Thursday 4 April 2024

Necrophobic - In the Twilight Grey (2024)

Country: Sweden
Style: Black/Death Metal
Rating: 8/10
Release Date: 15 Mar 2024
Sites: Facebook | Instagram | Metal Archives | Official Website | Twitter | Wikipedia | YouTube

Necrophobic have been around for a long time, having formed as far back as 1989, and this is their tenth album. They're widely regarded as having a discography unusually consistent in quality and this isn't a huge distance in style from their debut, The Nocturnal Silence, that's now thirty years old. They're usually categorised as black/death metal and both those elements remain in obvious quantity from the outset, but I've always heard good old fashioned heavy metal in their sound as well and that may be a little more obvious here than last time I heard them, whenever that was. I don't recall.

Mostly, I see that in how clean everything feels and how that affects slower sections. For instance, the openers, Grace of the Past and Clavis Inferni, are generally fast songs. Anders Strokirk sings in a harsh voice, one that takes from both the black metal shriek and the death metal growl, to end up somewhere in between the two. Joakim Sterner plays the drums at black metal speed and the guitars of Sebastian Ramstedt and Johan Bergebäck mostly match it with the black metal wall of sound approach. However, there are points where both drop into a slower section and suddenly it all feels like heavy metal rather than anything extreme.

As Stars Collide is a great example of a song that never really speeds up, so remains slower than the two openers throughout. There's also a nice churn to it, so there's an obvious opportunity to manifest the death metal aspects of the band, but they don't really seize it. It's there to a point, but Tobias Cristiansson's bass never deepens it far enough for the death to really take hold, slick production keeps it very clean and so it feels like an up tempo Iron Maiden section, merely with a harsh vocal over the top. When Strokirk steps back for an instrumental section, it's easy to forget we're listening to an extreme metal band.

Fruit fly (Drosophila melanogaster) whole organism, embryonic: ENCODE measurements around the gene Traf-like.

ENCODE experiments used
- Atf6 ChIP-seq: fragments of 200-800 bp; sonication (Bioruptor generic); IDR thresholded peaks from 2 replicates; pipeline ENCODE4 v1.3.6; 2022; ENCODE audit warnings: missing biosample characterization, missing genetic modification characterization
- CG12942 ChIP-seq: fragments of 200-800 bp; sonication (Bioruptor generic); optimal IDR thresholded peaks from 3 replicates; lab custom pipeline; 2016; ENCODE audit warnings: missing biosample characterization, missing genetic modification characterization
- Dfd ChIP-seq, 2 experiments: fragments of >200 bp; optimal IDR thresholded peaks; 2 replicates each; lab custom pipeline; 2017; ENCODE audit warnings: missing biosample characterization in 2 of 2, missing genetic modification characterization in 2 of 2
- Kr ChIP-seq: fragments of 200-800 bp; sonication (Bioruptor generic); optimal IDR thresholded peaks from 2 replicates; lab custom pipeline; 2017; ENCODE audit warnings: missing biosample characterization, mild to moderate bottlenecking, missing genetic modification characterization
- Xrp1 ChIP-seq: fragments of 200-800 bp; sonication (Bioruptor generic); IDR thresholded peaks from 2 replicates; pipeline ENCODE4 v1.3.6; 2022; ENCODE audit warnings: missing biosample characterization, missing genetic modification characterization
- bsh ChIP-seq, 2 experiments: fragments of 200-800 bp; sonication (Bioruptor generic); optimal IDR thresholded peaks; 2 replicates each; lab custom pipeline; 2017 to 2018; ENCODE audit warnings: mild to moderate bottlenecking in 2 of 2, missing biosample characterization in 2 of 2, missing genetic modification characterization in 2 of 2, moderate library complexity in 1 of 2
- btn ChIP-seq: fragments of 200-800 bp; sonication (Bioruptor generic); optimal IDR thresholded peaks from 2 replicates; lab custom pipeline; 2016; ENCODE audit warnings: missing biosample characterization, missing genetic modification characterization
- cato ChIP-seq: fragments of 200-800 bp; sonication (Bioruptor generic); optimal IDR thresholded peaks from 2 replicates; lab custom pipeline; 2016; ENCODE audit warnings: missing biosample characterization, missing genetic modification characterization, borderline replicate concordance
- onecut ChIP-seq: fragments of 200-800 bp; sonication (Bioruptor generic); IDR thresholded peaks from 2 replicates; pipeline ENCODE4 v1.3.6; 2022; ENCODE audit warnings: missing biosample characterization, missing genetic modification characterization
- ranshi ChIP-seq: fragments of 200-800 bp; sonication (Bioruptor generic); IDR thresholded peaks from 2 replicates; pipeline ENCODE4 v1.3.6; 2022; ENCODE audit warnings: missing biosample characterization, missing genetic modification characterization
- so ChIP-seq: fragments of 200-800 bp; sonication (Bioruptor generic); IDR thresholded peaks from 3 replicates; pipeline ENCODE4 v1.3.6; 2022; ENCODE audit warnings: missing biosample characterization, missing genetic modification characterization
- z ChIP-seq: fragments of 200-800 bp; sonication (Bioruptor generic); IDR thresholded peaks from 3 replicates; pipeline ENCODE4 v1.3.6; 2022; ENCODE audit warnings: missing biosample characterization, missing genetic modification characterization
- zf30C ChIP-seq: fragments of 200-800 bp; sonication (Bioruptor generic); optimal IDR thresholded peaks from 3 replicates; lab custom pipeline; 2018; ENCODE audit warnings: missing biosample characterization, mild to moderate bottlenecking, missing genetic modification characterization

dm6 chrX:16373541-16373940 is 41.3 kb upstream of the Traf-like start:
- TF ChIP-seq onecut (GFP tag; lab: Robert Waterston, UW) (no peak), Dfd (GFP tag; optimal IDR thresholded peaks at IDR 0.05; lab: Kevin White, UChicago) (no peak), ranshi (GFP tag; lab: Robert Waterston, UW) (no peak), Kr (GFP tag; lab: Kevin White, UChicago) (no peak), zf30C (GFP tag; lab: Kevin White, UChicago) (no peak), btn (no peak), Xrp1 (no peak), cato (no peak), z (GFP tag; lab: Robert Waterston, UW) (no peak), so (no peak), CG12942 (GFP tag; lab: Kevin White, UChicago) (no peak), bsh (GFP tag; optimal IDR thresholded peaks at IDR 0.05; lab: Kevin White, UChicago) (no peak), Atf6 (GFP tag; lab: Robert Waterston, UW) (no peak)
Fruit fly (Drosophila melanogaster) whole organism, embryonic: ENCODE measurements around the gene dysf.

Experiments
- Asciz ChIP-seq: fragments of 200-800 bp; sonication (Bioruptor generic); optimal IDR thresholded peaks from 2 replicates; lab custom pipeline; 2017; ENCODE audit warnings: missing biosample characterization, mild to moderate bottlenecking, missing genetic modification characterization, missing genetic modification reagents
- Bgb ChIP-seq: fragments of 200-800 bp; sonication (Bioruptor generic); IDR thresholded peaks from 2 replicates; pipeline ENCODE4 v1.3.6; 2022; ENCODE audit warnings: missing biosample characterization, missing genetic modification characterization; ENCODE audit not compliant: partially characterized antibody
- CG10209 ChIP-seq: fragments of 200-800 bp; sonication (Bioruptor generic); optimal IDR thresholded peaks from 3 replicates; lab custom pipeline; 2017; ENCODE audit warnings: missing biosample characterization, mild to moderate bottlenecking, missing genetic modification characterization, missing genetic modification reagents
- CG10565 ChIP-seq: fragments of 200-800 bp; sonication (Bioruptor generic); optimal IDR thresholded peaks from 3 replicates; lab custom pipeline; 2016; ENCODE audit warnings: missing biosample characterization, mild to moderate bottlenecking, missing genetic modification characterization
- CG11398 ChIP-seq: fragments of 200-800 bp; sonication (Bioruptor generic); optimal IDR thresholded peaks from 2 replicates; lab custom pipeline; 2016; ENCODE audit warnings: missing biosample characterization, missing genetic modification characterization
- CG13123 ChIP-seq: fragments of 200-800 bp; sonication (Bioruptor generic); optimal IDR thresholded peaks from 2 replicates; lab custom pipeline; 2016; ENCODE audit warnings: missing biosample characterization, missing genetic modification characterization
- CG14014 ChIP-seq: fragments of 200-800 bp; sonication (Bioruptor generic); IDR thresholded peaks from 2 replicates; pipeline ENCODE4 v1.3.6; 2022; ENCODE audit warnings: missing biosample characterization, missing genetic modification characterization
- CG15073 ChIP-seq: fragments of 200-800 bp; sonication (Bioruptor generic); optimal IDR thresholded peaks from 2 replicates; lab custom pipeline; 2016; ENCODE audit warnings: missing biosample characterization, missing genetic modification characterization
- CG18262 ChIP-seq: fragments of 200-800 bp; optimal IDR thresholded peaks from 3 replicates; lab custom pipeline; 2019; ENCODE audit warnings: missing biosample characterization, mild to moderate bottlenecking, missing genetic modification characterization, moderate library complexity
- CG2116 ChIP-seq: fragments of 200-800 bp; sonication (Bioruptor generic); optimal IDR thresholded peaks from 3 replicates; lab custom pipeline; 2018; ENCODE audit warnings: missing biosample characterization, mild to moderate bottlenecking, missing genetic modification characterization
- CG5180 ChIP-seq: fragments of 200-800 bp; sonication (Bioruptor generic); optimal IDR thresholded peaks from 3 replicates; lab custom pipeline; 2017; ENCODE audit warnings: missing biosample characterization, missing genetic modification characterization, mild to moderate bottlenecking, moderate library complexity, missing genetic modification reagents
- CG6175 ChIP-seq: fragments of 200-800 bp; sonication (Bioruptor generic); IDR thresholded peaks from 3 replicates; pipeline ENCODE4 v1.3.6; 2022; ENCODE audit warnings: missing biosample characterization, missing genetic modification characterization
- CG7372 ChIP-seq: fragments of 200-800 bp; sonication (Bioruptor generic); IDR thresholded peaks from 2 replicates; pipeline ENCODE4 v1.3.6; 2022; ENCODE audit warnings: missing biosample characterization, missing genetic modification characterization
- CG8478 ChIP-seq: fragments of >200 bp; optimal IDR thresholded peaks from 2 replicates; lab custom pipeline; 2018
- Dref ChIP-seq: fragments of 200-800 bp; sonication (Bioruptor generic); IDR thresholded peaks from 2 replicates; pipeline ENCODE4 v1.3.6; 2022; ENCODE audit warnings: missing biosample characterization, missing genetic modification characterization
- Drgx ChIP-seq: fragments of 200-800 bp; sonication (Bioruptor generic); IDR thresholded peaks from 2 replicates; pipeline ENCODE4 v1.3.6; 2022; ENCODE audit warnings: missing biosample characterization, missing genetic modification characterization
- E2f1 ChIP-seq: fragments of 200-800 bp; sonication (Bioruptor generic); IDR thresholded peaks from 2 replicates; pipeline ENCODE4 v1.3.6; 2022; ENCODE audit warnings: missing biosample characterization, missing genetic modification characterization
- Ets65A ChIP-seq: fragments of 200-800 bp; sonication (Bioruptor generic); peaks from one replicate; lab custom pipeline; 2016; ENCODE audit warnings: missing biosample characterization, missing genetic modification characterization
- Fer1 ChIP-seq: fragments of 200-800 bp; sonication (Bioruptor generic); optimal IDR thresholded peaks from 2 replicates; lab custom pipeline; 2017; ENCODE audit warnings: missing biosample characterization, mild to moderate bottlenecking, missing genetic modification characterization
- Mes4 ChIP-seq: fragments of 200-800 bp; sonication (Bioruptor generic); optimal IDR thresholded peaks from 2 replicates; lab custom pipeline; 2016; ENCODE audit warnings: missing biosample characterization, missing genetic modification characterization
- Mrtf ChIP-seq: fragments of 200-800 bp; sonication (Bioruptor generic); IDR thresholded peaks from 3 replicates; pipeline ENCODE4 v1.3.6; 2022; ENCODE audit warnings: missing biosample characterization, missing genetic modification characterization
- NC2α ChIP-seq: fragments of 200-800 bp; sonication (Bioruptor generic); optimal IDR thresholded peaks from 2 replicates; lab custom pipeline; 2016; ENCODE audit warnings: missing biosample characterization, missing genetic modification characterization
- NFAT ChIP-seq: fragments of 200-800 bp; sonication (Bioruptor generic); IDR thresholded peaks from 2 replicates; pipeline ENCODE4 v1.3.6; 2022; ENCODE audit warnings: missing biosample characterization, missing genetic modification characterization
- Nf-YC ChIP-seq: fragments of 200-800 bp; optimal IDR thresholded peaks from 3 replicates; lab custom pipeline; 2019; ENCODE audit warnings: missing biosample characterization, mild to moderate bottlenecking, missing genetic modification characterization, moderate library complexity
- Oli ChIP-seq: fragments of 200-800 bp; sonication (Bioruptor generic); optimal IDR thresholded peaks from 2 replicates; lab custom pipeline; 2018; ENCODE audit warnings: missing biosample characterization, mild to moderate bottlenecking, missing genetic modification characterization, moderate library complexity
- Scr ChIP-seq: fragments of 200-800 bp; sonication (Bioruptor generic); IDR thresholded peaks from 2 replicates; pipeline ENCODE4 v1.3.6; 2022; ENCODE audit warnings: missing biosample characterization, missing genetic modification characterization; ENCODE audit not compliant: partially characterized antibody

At the other end of the album, Maiden return on the title track, because the melodies as it wraps up feel reminiscent of synth era Maiden, merely with faster drums and that harsh voice. The song after it, the bonus track on some editions, is a cover of W.A.S.P.'s The Torture Never Stops, and it's completely at home with the original material before it. In fact, while it's heavied up through the harsh vocals, it's also deepened but slightly softened by added keyboard textures. It's actually an excellent cover but it helps to underline the roots of the album in eighties heavy metal. Tellingly, Stormcrow isn't much different, even if it's more frenetic. Even the chorus sounds familiar.

Perhaps the most death metal song here is Shadows of the Brightest Night, but it still feels more black than death and adds some progressive metal in there too to make the result rather perky. It's an impressive song and it continues to be for seven and a half minutes, the longest song here outside the eight minute title track. I'd call both of them highlights, suggesting that Necrophobic are at their best when they let their songs breathe. Both of these find wonderful grooves and are able to milk them so that the longer running times don't seem longer at all.

As I wrap up this review, I keep wondering if readers will interpret what I've said as suggesting an overt softening of the Necrophobic sound and I want to underline that that's not what I'm saying. This is heavy, often extreme stuff and the band haven't remotely forgotten their origins. It's just that, if we let it flow over us, we can leave with the impression that it isn't as extreme as it really is. Compare this to Belphegor, Vulcano or Behemoth and it's not going to seem quite as vicious or quite as as raw. It's going to feel slick and even commercial. However, it's just as frenetic and just as powerful. And it's going to feel more accomplished, because the slickness is in the songwriting too. The more I listen to this, the more extreme I really it is and the more I like it.

No comments:

Post a Comment